• As an induction hypothesis, assume $V_{t+1}$ is differentiable by $s_t$ ($1 \leq t \leq T$). Since

    \begin{align*} V_t(s_t) = -\kappa x_t^*(s_t) + \delta V_{t+1}(g(s_t, x_t^*(s_t))) \end{align*}

    and $x_t^*(s_t)$ and $V_{t+1}(s_t)$ are differentiable by $s_t$ and $g(s_t, x)$ is differentiable by both $s_t$ and $x$, $V_t(s_t)$ is also differentiable. The derivative is

    \begin{align*} \frac{\partial}{\partial s_t} V_t(s_t) = -\kappa \frac{\partial}{\partial s_t} x_t^*(s) + \delta \frac{\partial}{\partial s_t}V_{t+1}(g(s_t, x_t^*(s_t))) \left\{ g_s(s_t, x_t^*(s_t)) + g_x(s_t, x_t^*(s_t)) \frac{\partial}{\partial s_t} x_t^*(s_t) \right\} \end{align*}

Hence by induction, $V_t$ is differentiable by $s_t$ for all $t$

Next consider the optimality condition of the maximization problem in the Bellman equation: $\underset{x_t \geq 0}{\max} \{ -\kappa x_t + \delta V_{t+1}(g(s_t, x_t)) \}$

Define $\lambda_t(s_t) \equiv V_{t}'(s_t) = \frac{\partial V_t}{\partial s_t}$

Using the chain rule, the FOCs are

\begin{align*} \delta \lambda_{t+1}(g(s_t, x_t^*))g_x(s_t, x_t^*) = \kappa \hspace{1em} t=1, \ldots, T \\ \end{align*}

Then the drivatives of the value functions by $s_t$: $\lambda_t(s_t) = \frac{\partial}{\partial s_t} V_t(s_t)$ become

\begin{align*} \lambda_t(s) &= \underbrace{ \bigl\{ -\kappa + \delta \lambda_{t+1}(g(s_t, x_t^*(s_t))) g_x(s_t, x_t^*(s_t)) \bigr\}}_{=0 \text{ by FOC}} \frac{\partial}{\partial s_t} x_t^*(s_t) + \delta \lambda_{t+1}(g(s_t, x_t^*(s_t))) g_s(s_t, x_t^*(s_t)) \\ &= \delta \lambda_{t+1}(g(s_t, x_t^*(s_t))) g_s(s_t, x_t^*(s_t)) \end{align*}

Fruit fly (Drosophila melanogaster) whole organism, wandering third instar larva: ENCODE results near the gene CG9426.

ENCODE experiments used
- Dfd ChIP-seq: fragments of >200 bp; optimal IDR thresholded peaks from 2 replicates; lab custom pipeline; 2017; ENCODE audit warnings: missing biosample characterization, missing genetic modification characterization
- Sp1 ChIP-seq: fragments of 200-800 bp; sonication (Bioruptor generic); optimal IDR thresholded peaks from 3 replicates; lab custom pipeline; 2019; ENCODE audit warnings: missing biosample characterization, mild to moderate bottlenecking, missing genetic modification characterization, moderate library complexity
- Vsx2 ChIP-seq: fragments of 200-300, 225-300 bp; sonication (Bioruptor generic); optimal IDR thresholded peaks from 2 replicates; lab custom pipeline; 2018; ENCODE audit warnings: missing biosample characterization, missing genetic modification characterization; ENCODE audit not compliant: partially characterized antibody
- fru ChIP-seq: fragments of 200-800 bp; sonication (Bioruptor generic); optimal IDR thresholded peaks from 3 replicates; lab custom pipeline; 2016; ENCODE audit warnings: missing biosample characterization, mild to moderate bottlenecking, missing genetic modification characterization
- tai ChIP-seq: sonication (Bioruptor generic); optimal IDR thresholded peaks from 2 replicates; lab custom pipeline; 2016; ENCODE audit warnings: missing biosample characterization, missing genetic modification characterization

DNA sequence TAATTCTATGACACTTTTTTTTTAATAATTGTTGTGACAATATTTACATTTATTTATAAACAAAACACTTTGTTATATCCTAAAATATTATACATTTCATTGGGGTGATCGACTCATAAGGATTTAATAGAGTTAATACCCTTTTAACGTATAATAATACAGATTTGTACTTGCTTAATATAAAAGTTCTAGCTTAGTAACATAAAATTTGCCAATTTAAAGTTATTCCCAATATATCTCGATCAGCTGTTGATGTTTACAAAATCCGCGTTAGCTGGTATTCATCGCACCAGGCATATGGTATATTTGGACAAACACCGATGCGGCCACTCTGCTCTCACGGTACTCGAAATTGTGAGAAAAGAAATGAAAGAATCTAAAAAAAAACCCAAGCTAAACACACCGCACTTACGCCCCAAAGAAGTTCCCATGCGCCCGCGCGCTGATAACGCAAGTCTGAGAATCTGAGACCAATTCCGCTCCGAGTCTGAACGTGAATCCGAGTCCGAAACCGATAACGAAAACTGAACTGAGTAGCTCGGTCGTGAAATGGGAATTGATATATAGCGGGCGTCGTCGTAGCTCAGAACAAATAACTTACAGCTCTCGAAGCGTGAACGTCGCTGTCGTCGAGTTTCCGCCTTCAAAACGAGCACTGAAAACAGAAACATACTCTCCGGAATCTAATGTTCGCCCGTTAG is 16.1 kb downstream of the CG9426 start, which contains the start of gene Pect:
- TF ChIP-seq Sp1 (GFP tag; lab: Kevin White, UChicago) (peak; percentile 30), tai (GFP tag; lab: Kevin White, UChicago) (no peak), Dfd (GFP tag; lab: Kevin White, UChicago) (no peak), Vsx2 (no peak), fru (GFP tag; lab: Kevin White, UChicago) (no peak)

for $t=1, \ldots, T$ and

\begin{align*} \lambda_{T+1}(s_{T+1}) = p \end{align*}

In summary, the optimal path follows the following equations:

\begin{align*} \begin{cases} \delta \lambda_{t+1}(g(s_t, x_t))g_x(s_t, x_t) = \kappa \hspace{1em} t=1, \ldots, T \\ \lambda_t(s_t) = \delta \lambda_{t+1}(g(s_t, x_t)) g_s(s_t, x_t) \hspace{1em} t=1, \ldots, T \\ \lambda_{T+1}(s_{T+1}) = p \end{cases} \end{align*}

Solve the equations by hand

How to solve the above equations and get the optimal polity $\{x_t\}_{t=1}^{T}$?

  • At $t=T$, since $\lambda_{T+1}(s) = p$ regardless of the value of $s$, the 1st equation becomes $$ g_x(s_T, x_T) = \frac{\kappa}{\delta p} $$

    So we can get the optimal policy at $t=T$ by solving this equation for $x_T$. Then by the 2nd equation, we get $\lambda_{T}(s_T)$

  • At $1 \leq t < T$, we can get $x_t$ and $\lambda_t(s_t)$ in the similar way

  • Finally we set $s_1 = \bar{s}$ and then we get the concrete values of $\lambda_1(s_1^*), x_1^*, \lambda_2(s_2^*), x_2^*, \ldots$

Concrete Example